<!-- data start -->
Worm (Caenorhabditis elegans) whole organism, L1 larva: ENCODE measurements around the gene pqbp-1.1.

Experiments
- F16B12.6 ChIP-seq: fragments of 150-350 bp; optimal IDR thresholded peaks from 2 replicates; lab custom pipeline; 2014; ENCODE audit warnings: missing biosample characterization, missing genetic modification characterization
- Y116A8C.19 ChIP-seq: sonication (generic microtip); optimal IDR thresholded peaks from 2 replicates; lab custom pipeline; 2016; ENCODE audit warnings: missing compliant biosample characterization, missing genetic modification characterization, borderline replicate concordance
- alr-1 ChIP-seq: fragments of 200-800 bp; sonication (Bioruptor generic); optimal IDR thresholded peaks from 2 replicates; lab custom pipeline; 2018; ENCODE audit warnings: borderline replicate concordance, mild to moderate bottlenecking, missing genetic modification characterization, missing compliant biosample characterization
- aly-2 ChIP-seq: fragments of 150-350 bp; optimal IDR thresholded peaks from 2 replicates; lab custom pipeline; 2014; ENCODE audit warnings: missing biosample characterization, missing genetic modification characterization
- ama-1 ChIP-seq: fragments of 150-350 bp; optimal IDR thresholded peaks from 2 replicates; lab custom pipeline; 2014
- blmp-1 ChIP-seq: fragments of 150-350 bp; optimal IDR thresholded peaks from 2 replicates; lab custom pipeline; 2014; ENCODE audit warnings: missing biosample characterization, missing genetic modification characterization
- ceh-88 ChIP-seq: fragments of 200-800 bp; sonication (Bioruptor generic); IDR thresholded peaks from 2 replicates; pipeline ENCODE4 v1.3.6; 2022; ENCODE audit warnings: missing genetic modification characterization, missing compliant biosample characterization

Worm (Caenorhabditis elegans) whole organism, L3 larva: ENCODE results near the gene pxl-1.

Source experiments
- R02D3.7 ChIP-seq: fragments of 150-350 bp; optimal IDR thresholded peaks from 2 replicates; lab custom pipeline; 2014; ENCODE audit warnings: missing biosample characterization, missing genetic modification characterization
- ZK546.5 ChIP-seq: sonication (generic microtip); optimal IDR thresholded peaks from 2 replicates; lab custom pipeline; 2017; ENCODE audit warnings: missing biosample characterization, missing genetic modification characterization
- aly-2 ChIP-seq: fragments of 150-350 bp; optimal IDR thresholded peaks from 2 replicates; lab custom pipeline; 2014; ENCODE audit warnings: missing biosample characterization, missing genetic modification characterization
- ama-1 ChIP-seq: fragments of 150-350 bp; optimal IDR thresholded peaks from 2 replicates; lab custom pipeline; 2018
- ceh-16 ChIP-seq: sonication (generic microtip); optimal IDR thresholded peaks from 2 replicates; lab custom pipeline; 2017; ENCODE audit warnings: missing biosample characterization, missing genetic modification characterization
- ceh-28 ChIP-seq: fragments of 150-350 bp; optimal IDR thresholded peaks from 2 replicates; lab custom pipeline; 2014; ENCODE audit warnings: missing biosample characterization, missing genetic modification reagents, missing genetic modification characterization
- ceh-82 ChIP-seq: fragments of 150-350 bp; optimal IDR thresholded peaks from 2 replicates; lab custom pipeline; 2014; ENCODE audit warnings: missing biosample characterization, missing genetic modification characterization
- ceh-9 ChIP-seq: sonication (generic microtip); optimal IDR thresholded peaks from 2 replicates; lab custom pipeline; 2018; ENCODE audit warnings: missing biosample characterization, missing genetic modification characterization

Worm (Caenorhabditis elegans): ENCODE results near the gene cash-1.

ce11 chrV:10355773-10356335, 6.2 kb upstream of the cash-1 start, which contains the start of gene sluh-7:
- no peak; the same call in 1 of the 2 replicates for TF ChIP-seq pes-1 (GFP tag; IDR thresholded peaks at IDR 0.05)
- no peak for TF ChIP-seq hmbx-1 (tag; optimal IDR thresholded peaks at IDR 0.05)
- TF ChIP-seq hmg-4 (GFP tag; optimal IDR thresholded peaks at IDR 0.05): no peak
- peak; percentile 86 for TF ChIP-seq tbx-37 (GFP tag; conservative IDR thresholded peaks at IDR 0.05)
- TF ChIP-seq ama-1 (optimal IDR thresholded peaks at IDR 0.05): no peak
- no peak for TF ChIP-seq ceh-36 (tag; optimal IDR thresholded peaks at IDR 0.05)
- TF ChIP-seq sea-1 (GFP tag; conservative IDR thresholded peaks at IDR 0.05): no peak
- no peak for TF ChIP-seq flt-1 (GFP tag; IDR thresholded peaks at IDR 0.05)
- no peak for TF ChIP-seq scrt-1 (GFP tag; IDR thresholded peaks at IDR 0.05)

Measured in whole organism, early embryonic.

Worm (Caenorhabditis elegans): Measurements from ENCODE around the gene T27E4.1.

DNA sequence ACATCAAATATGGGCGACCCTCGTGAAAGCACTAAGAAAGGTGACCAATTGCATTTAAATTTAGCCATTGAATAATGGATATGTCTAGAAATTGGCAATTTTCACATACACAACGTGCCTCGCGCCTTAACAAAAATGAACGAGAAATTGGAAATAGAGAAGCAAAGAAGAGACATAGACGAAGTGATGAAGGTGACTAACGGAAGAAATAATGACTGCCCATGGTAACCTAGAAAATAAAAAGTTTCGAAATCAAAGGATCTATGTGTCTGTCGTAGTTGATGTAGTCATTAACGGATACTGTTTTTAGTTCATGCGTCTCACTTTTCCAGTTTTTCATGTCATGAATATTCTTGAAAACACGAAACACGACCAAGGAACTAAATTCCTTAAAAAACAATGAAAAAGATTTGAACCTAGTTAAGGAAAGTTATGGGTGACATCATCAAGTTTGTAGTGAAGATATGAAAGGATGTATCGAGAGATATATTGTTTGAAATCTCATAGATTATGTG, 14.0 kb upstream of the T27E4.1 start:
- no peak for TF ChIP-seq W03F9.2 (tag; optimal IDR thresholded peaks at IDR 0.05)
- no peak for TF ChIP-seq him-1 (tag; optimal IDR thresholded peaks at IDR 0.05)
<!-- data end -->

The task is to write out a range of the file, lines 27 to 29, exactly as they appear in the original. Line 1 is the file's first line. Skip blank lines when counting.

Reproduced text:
- no peak for TF ChIP-seq ceh-36 (tag; optimal IDR thresholded peaks at IDR 0.05)
- TF ChIP-seq sea-1 (GFP tag; conservative IDR thresholded peaks at IDR 0.05): no peak
- no peak for TF ChIP-seq flt-1 (GFP tag; IDR thresholded peaks at IDR 0.05)